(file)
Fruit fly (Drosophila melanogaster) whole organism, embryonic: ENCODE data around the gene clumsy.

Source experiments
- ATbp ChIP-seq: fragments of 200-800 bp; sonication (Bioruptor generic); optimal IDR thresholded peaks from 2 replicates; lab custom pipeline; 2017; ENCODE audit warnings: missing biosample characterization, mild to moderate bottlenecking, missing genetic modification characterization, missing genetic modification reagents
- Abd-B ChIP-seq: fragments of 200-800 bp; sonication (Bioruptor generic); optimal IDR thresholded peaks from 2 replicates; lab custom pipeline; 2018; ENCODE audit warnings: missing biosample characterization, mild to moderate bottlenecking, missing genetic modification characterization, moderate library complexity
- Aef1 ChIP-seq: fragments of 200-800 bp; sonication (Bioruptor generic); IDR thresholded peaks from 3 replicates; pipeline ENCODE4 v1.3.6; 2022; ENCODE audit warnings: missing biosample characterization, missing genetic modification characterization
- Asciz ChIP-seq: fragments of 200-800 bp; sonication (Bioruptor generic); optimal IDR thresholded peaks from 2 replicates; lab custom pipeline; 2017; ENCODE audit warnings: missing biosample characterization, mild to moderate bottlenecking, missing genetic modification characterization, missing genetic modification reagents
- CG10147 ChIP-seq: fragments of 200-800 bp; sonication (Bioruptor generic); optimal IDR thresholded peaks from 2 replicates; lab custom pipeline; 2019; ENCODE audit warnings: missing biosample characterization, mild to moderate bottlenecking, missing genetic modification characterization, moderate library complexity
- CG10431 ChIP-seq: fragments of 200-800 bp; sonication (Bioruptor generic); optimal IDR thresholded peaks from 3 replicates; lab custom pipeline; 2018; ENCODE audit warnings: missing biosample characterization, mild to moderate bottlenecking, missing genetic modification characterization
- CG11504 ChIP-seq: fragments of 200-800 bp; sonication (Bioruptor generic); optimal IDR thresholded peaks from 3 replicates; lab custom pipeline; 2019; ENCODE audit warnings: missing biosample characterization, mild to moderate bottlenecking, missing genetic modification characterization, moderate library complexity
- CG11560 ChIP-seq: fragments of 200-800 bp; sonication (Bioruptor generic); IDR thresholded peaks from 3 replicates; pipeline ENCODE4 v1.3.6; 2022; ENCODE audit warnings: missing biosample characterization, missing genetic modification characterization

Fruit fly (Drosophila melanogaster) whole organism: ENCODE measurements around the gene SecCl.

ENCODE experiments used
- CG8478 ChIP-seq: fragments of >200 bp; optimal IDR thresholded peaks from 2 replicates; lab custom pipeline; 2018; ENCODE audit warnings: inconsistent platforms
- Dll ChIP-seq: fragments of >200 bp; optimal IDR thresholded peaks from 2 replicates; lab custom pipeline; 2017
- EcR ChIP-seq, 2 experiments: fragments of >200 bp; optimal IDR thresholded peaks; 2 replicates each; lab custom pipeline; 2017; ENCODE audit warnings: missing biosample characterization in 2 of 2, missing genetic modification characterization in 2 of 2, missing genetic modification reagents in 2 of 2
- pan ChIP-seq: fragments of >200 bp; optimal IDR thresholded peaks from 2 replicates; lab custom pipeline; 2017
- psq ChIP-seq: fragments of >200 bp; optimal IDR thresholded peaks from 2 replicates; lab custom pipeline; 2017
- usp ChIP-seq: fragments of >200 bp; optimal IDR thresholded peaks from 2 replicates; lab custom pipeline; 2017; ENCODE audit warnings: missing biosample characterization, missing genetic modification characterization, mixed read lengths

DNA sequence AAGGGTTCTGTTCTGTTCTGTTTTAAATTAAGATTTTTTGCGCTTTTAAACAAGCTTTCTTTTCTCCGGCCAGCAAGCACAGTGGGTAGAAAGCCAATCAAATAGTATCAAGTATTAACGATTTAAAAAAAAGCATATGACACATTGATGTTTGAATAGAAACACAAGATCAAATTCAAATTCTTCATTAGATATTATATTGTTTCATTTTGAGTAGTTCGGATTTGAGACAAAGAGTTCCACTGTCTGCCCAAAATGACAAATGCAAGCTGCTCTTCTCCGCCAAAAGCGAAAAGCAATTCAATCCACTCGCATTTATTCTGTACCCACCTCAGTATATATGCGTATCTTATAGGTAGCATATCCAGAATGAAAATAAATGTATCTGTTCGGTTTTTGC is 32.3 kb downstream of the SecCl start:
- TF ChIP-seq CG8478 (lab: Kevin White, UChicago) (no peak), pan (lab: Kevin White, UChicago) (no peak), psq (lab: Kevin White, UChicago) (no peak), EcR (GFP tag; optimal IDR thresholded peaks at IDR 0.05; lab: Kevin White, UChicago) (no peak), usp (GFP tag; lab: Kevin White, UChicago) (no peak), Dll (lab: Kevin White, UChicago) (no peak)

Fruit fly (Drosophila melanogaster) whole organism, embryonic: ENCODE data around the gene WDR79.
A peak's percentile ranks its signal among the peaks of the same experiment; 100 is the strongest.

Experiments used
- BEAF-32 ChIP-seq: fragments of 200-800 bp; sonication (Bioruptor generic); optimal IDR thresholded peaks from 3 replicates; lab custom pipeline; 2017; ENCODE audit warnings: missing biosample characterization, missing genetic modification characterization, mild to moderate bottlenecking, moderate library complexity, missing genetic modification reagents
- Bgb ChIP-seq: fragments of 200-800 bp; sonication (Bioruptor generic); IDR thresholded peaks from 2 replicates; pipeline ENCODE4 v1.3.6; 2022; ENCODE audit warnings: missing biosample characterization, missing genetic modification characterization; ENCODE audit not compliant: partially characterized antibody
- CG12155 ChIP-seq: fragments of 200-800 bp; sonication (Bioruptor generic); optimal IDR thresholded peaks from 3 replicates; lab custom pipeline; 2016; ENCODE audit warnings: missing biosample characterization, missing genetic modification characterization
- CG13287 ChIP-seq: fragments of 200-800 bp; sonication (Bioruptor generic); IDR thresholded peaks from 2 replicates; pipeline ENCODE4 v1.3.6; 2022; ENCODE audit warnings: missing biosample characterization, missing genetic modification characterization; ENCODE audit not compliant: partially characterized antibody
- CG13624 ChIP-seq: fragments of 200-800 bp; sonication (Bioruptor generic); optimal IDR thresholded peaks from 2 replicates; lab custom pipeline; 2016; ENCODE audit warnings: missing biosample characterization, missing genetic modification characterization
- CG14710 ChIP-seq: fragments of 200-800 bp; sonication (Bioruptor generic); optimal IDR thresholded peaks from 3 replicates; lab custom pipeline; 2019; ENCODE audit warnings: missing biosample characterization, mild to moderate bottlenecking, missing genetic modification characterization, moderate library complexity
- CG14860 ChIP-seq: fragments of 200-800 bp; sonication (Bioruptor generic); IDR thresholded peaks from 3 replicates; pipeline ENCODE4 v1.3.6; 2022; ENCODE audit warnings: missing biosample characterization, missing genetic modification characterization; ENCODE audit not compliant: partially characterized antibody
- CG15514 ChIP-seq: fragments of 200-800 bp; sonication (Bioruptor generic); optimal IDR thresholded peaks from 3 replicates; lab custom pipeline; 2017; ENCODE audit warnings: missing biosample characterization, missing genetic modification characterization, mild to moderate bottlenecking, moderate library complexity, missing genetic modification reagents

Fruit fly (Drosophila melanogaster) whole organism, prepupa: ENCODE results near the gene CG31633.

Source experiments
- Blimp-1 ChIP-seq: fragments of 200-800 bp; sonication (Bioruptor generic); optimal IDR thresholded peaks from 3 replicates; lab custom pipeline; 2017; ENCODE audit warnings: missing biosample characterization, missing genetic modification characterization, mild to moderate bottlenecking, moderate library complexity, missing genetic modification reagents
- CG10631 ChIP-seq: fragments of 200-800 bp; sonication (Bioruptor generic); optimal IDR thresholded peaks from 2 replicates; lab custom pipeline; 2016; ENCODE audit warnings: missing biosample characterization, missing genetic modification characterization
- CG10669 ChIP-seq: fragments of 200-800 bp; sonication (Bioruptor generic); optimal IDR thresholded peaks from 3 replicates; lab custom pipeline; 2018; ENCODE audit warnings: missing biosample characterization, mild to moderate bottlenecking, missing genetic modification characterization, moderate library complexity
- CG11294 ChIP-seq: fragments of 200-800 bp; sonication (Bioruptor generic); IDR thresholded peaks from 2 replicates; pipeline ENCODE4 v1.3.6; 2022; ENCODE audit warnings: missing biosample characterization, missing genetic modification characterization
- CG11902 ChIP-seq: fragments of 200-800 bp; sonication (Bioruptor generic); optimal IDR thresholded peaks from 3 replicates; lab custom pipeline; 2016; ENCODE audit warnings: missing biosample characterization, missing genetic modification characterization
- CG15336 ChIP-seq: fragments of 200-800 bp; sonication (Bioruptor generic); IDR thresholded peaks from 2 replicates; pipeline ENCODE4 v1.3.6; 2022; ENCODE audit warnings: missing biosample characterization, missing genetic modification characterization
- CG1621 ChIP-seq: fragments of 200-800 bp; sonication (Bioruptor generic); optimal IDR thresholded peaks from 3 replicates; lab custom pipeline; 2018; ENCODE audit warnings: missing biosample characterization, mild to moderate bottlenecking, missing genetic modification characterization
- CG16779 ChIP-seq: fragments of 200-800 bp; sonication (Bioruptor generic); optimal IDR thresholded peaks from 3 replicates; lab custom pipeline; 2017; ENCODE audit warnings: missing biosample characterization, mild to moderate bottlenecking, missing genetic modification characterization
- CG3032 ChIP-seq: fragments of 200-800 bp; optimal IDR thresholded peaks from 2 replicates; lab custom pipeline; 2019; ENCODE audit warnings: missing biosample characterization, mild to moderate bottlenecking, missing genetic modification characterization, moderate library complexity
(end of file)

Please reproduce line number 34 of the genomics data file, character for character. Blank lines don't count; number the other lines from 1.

- Blimp-1 ChIP-seq: fragments of 200-800 bp; sonication (Bioruptor generic); optimal IDR thresholded peaks from 3 replicates; lab custom pipeline; 2017; ENCODE audit warnings: missing biosample characterization, missing genetic modification characterization, mild to moderate bottlenecking, moderate library complexity, missing genetic modification reagents